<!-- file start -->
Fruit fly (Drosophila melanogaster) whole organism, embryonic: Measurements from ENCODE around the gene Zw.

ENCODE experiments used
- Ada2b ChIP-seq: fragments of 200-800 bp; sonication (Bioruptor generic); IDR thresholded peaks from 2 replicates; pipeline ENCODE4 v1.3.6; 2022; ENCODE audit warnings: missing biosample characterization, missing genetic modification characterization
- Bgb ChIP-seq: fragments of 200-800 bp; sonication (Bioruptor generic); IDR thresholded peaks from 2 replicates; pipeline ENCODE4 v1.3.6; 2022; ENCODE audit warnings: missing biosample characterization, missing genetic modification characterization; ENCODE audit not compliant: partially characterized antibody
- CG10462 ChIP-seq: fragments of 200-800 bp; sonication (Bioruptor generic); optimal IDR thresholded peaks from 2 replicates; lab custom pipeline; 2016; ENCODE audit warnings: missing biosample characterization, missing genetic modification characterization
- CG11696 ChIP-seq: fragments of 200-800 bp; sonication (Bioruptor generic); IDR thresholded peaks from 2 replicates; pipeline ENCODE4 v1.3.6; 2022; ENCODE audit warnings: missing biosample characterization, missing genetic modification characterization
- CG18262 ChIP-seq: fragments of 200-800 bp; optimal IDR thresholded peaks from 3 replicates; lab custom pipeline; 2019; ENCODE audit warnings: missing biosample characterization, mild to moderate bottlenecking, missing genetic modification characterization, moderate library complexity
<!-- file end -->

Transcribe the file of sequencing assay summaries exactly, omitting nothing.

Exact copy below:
Fruit fly (Drosophila melanogaster) whole organism, embryonic: Measurements from ENCODE around the gene Zw.

ENCODE experiments used
- Ada2b ChIP-seq: fragments of 200-800 bp; sonication (Bioruptor generic); IDR thresholded peaks from 2 replicates; pipeline ENCODE4 v1.3.6; 2022; ENCODE audit warnings: missing biosample characterization, missing genetic modification characterization
- Bgb ChIP-seq: fragments of 200-800 bp; sonication (Bioruptor generic); IDR thresholded peaks from 2 replicates; pipeline ENCODE4 v1.3.6; 2022; ENCODE audit warnings: missing biosample characterization, missing genetic modification characterization; ENCODE audit not compliant: partially characterized antibody
- CG10462 ChIP-seq: fragments of 200-800 bp; sonication (Bioruptor generic); optimal IDR thresholded peaks from 2 replicates; lab custom pipeline; 2016; ENCODE audit warnings: missing biosample characterization, missing genetic modification characterization
- CG11696 ChIP-seq: fragments of 200-800 bp; sonication (Bioruptor generic); IDR thresholded peaks from 2 replicates; pipeline ENCODE4 v1.3.6; 2022; ENCODE audit warnings: missing biosample characterization, missing genetic modification characterization
- CG18262 ChIP-seq: fragments of 200-800 bp; optimal IDR thresholded peaks from 3 replicates; lab custom pipeline; 2019; ENCODE audit warnings: missing biosample characterization, mild to moderate bottlenecking, missing genetic modification characterization, moderate library complexity